Photoelectric Sensors and Oil--They Do Mix
I recently have come across some false fears of those in our industry convinced that photoelectric sensors do not work in an oily die. Nothing can be further from the truth. Photoelectric sensors do perform very well in oily environments if they are properly selected and tested beforehand.
As you may recall from high-school physics, a beam of light comprises tiny particles called photons. These photons in and of themselves do not have any color, rather they vibrate. When a beam of light hits a surface, most of these vibrating photons are absorbed by the item being illuminated. Except, that is, for those photons vibrating at a certain frequency that cause them to bounce off of the item. To the viewer, the vibration pattern from these photons enters your eye, where sensors in the retina identify the frequency, then send this information to your brain where the sensation of color is generated. Green comes from a different photon frequency than does blue or red.
Just outside of our eyes’ color-sensitivity range is a color called infrared. It’s made up of photons that vibrate at a frequency not detectable by our eyes. Some infrared light can penetrate oils. However, infrared comes in many different shades. Before metalformers implement infrared sensors in their dies, they should test the sensors using the exact type and viscosity of oil or lubricant that will be used in the dies. This is best done using a spray bottle filled with the oil, and the sensor mounted on a fixture. Tests of several sensor types may be required, from different manufacturers, before finding the one that best works with a given lubricant or oil. Note: Only spray the sensor with lubricant if it has a rating by the manufacturer allowing you to do so.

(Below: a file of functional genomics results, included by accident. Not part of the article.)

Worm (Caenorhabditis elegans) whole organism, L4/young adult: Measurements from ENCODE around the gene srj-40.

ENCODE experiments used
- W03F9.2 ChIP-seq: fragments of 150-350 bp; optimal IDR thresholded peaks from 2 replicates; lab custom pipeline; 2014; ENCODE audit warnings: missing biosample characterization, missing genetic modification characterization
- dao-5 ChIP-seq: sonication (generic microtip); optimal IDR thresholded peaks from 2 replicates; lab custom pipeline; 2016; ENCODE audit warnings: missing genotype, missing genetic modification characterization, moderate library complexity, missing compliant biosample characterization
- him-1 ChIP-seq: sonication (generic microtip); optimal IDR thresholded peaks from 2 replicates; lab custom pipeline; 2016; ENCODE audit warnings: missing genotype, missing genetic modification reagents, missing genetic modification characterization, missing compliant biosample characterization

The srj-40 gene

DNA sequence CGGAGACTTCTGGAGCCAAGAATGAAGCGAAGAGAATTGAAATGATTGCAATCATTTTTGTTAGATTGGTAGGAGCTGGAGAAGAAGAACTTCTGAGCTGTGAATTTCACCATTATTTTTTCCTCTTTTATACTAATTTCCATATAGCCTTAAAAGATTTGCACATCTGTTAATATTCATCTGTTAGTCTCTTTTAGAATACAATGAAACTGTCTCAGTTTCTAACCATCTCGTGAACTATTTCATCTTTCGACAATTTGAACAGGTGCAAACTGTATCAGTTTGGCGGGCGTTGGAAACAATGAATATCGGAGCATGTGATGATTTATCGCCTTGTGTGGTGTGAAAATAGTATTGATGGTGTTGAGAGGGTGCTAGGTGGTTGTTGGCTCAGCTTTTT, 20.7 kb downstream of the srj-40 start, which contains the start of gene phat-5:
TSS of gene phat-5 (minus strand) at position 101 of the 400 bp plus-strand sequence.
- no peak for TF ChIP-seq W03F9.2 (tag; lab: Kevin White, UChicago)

Another important factor when selecting a sensor for your oily application is the brightness or intensity of the infrared beam. That beam may be reflected back by the target into the same sensor housing (reflective), or shot through space to a separate receiver (through-beam) where the target interrupts the beam. The strength of the beam and the ability for the receiving circuitry to detect it is crucial to proper sensor selection. You may wind up using a sensor with an enormous range—several feet, for example—in an application where the target will be located only inches from the sensor. This excessive distance capacity by the sensor, called “excess gain,” may be just what the doctor ordered for an oily die, particularly when combined with the proper shade of infrared light.
Sensors that pass a metalformer’s tests then can be used for applications such as feed detection, part ejection and cam return without having to worry that the sensor will detect the oil and not the intended target. There is no short cut to the above tests. You cannot simply call a sensor manufacturer, tell them the type of oil you will be using and expect them to provide an infrared sensor guaranteed to work in that specific application. Periodically such guess work may produce a lucky guess, but it is better by far to perform the tests yourself to ensure that the sensor will not generate nuisance stops.Many stamping shops have attempted to use infrared photoelectric sensors with only an assurance from the sensor catalog that the unit will work within oily environments, without generating their own test data. They install the untested sensor in the die and shortly thereafter the stream of nuisance stops arises. Not too long afterwards they rip the sensor out of the die, leaving behind a sour taste in everyone’s mouth for photoelectric sensors. Instead, follow the advice described above and discover the photoelectric sensors that will work with your oils and coolants, making die protection a universally applicable technology for all of your dies and tooling. MF
Related Enterprise Zones: Sensing/Electronics
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